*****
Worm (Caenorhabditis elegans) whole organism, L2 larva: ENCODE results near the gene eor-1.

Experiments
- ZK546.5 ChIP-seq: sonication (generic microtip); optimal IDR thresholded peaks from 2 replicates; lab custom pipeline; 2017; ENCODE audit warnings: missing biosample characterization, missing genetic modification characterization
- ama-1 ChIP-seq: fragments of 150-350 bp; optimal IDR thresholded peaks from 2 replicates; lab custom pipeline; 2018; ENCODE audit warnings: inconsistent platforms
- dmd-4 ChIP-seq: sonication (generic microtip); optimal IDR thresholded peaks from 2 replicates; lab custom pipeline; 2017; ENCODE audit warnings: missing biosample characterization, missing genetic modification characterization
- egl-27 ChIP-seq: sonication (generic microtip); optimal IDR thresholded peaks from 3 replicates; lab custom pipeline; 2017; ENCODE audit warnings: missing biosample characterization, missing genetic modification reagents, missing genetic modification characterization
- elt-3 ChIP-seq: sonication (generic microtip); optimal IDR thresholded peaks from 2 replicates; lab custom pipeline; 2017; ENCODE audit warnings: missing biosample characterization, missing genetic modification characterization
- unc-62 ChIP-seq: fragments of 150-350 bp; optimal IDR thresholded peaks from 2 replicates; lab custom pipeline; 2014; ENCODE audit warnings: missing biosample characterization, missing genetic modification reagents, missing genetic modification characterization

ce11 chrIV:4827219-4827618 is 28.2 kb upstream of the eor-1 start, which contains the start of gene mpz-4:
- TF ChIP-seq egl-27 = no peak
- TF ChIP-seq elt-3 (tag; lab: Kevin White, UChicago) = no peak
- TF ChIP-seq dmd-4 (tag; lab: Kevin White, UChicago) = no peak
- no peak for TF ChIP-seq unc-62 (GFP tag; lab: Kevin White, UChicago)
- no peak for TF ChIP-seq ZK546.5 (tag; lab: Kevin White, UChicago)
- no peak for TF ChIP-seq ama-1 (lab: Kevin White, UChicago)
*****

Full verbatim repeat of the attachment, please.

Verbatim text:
Worm (Caenorhabditis elegans) whole organism, L2 larva: ENCODE results near the gene eor-1.

Experiments
- ZK546.5 ChIP-seq: sonication (generic microtip); optimal IDR thresholded peaks from 2 replicates; lab custom pipeline; 2017; ENCODE audit warnings: missing biosample characterization, missing genetic modification characterization
- ama-1 ChIP-seq: fragments of 150-350 bp; optimal IDR thresholded peaks from 2 replicates; lab custom pipeline; 2018; ENCODE audit warnings: inconsistent platforms
- dmd-4 ChIP-seq: sonication (generic microtip); optimal IDR thresholded peaks from 2 replicates; lab custom pipeline; 2017; ENCODE audit warnings: missing biosample characterization, missing genetic modification characterization
- egl-27 ChIP-seq: sonication (generic microtip); optimal IDR thresholded peaks from 3 replicates; lab custom pipeline; 2017; ENCODE audit warnings: missing biosample characterization, missing genetic modification reagents, missing genetic modification characterization
- elt-3 ChIP-seq: sonication (generic microtip); optimal IDR thresholded peaks from 2 replicates; lab custom pipeline; 2017; ENCODE audit warnings: missing biosample characterization, missing genetic modification characterization
- unc-62 ChIP-seq: fragments of 150-350 bp; optimal IDR thresholded peaks from 2 replicates; lab custom pipeline; 2014; ENCODE audit warnings: missing biosample characterization, missing genetic modification reagents, missing genetic modification characterization

ce11 chrIV:4827219-4827618 is 28.2 kb upstream of the eor-1 start, which contains the start of gene mpz-4:
- TF ChIP-seq egl-27 = no peak
- TF ChIP-seq elt-3 (tag; lab: Kevin White, UChicago) = no peak
- TF ChIP-seq dmd-4 (tag; lab: Kevin White, UChicago) = no peak
- no peak for TF ChIP-seq unc-62 (GFP tag; lab: Kevin White, UChicago)
- no peak for TF ChIP-seq ZK546.5 (tag; lab: Kevin White, UChicago)
- no peak for TF ChIP-seq ama-1 (lab: Kevin White, UChicago)